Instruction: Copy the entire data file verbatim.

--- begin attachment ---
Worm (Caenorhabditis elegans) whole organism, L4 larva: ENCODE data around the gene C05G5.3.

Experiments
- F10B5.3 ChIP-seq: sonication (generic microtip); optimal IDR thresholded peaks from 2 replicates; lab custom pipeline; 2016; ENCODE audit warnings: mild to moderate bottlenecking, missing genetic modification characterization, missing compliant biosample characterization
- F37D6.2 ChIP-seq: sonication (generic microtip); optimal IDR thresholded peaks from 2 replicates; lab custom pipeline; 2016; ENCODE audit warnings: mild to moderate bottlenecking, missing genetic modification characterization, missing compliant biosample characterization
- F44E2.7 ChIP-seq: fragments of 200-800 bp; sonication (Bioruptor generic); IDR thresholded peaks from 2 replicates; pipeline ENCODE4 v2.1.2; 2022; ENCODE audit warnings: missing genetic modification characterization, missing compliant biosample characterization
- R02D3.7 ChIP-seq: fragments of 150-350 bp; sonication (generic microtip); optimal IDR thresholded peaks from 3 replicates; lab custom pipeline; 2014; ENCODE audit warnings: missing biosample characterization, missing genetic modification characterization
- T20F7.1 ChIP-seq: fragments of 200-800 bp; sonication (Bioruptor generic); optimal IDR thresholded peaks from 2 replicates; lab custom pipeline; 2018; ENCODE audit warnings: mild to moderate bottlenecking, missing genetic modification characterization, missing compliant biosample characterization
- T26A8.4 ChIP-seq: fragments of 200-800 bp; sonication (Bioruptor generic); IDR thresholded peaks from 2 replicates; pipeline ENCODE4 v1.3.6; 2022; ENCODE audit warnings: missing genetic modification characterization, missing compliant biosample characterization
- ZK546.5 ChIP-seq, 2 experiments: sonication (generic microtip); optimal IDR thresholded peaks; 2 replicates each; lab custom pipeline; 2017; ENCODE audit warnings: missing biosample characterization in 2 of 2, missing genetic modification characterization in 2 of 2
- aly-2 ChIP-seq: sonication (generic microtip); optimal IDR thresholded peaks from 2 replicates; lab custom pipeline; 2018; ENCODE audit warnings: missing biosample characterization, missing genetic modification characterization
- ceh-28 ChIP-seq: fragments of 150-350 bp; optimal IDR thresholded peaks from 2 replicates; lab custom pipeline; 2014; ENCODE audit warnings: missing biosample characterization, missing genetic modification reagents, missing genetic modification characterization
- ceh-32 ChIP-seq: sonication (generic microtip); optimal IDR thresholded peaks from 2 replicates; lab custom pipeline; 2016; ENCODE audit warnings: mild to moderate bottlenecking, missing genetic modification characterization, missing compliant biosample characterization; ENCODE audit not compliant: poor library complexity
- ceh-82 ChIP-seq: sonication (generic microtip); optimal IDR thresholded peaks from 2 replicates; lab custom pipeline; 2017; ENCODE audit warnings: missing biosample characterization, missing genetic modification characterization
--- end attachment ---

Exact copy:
Worm (Caenorhabditis elegans) whole organism, L4 larva: ENCODE data around the gene C05G5.3.

Experiments
- F10B5.3 ChIP-seq: sonication (generic microtip); optimal IDR thresholded peaks from 2 replicates; lab custom pipeline; 2016; ENCODE audit warnings: mild to moderate bottlenecking, missing genetic modification characterization, missing compliant biosample characterization
- F37D6.2 ChIP-seq: sonication (generic microtip); optimal IDR thresholded peaks from 2 replicates; lab custom pipeline; 2016; ENCODE audit warnings: mild to moderate bottlenecking, missing genetic modification characterization, missing compliant biosample characterization
- F44E2.7 ChIP-seq: fragments of 200-800 bp; sonication (Bioruptor generic); IDR thresholded peaks from 2 replicates; pipeline ENCODE4 v2.1.2; 2022; ENCODE audit warnings: missing genetic modification characterization, missing compliant biosample characterization
- R02D3.7 ChIP-seq: fragments of 150-350 bp; sonication (generic microtip); optimal IDR thresholded peaks from 3 replicates; lab custom pipeline; 2014; ENCODE audit warnings: missing biosample characterization, missing genetic modification characterization
- T20F7.1 ChIP-seq: fragments of 200-800 bp; sonication (Bioruptor generic); optimal IDR thresholded peaks from 2 replicates; lab custom pipeline; 2018; ENCODE audit warnings: mild to moderate bottlenecking, missing genetic modification characterization, missing compliant biosample characterization
- T26A8.4 ChIP-seq: fragments of 200-800 bp; sonication (Bioruptor generic); IDR thresholded peaks from 2 replicates; pipeline ENCODE4 v1.3.6; 2022; ENCODE audit warnings: missing genetic modification characterization, missing compliant biosample characterization
- ZK546.5 ChIP-seq, 2 experiments: sonication (generic microtip); optimal IDR thresholded peaks; 2 replicates each; lab custom pipeline; 2017; ENCODE audit warnings: missing biosample characterization in 2 of 2, missing genetic modification characterization in 2 of 2
- aly-2 ChIP-seq: sonication (generic microtip); optimal IDR thresholded peaks from 2 replicates; lab custom pipeline; 2018; ENCODE audit warnings: missing biosample characterization, missing genetic modification characterization
- ceh-28 ChIP-seq: fragments of 150-350 bp; optimal IDR thresholded peaks from 2 replicates; lab custom pipeline; 2014; ENCODE audit warnings: missing biosample characterization, missing genetic modification reagents, missing genetic modification characterization
- ceh-32 ChIP-seq: sonication (generic microtip); optimal IDR thresholded peaks from 2 replicates; lab custom pipeline; 2016; ENCODE audit warnings: mild to moderate bottlenecking, missing genetic modification characterization, missing compliant biosample characterization; ENCODE audit not compliant: poor library complexity
- ceh-82 ChIP-seq: sonication (generic microtip); optimal IDR thresholded peaks from 2 replicates; lab custom pipeline; 2017; ENCODE audit warnings: missing biosample characterization, missing genetic modification characterization